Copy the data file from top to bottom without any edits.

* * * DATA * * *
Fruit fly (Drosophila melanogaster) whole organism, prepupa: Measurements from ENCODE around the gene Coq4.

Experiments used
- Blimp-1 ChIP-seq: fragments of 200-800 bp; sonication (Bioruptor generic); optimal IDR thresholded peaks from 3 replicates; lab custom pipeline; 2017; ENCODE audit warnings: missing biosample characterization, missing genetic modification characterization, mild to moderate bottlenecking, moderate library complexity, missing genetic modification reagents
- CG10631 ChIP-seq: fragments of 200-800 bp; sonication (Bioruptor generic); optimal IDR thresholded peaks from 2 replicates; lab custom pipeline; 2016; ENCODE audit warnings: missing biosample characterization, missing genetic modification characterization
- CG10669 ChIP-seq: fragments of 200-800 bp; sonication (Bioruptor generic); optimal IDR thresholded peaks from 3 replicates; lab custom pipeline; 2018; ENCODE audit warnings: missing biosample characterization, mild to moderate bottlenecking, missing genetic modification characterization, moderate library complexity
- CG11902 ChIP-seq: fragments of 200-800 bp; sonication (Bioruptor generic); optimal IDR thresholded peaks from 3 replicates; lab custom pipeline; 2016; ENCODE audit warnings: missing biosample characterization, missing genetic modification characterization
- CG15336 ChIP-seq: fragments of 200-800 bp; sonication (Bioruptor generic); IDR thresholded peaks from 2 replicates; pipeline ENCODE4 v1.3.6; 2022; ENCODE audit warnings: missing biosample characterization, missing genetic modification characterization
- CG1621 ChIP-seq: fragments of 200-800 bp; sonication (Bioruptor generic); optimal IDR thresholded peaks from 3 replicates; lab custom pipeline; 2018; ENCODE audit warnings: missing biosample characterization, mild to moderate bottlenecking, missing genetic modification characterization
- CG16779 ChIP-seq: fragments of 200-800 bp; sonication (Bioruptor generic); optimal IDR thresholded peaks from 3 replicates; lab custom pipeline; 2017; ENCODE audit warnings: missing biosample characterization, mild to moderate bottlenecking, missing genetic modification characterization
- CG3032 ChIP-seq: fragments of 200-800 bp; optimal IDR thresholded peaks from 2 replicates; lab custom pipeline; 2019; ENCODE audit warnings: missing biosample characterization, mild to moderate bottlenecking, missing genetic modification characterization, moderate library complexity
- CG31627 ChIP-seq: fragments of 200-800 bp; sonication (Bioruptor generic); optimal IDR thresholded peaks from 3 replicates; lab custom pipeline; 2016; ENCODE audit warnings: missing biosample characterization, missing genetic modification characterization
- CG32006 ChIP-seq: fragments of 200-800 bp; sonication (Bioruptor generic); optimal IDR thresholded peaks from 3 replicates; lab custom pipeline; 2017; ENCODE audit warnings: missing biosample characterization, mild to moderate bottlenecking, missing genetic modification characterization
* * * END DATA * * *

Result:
Fruit fly (Drosophila melanogaster) whole organism, prepupa: Measurements from ENCODE around the gene Coq4.

Experiments used
- Blimp-1 ChIP-seq: fragments of 200-800 bp; sonication (Bioruptor generic); optimal IDR thresholded peaks from 3 replicates; lab custom pipeline; 2017; ENCODE audit warnings: missing biosample characterization, missing genetic modification characterization, mild to moderate bottlenecking, moderate library complexity, missing genetic modification reagents
- CG10631 ChIP-seq: fragments of 200-800 bp; sonication (Bioruptor generic); optimal IDR thresholded peaks from 2 replicates; lab custom pipeline; 2016; ENCODE audit warnings: missing biosample characterization, missing genetic modification characterization
- CG10669 ChIP-seq: fragments of 200-800 bp; sonication (Bioruptor generic); optimal IDR thresholded peaks from 3 replicates; lab custom pipeline; 2018; ENCODE audit warnings: missing biosample characterization, mild to moderate bottlenecking, missing genetic modification characterization, moderate library complexity
- CG11902 ChIP-seq: fragments of 200-800 bp; sonication (Bioruptor generic); optimal IDR thresholded peaks from 3 replicates; lab custom pipeline; 2016; ENCODE audit warnings: missing biosample characterization, missing genetic modification characterization
- CG15336 ChIP-seq: fragments of 200-800 bp; sonication (Bioruptor generic); IDR thresholded peaks from 2 replicates; pipeline ENCODE4 v1.3.6; 2022; ENCODE audit warnings: missing biosample characterization, missing genetic modification characterization
- CG1621 ChIP-seq: fragments of 200-800 bp; sonication (Bioruptor generic); optimal IDR thresholded peaks from 3 replicates; lab custom pipeline; 2018; ENCODE audit warnings: missing biosample characterization, mild to moderate bottlenecking, missing genetic modification characterization
- CG16779 ChIP-seq: fragments of 200-800 bp; sonication (Bioruptor generic); optimal IDR thresholded peaks from 3 replicates; lab custom pipeline; 2017; ENCODE audit warnings: missing biosample characterization, mild to moderate bottlenecking, missing genetic modification characterization
- CG3032 ChIP-seq: fragments of 200-800 bp; optimal IDR thresholded peaks from 2 replicates; lab custom pipeline; 2019; ENCODE audit warnings: missing biosample characterization, mild to moderate bottlenecking, missing genetic modification characterization, moderate library complexity
- CG31627 ChIP-seq: fragments of 200-800 bp; sonication (Bioruptor generic); optimal IDR thresholded peaks from 3 replicates; lab custom pipeline; 2016; ENCODE audit warnings: missing biosample characterization, missing genetic modification characterization
- CG32006 ChIP-seq: fragments of 200-800 bp; sonication (Bioruptor generic); optimal IDR thresholded peaks from 3 replicates; lab custom pipeline; 2017; ENCODE audit warnings: missing biosample characterization, mild to moderate bottlenecking, missing genetic modification characterization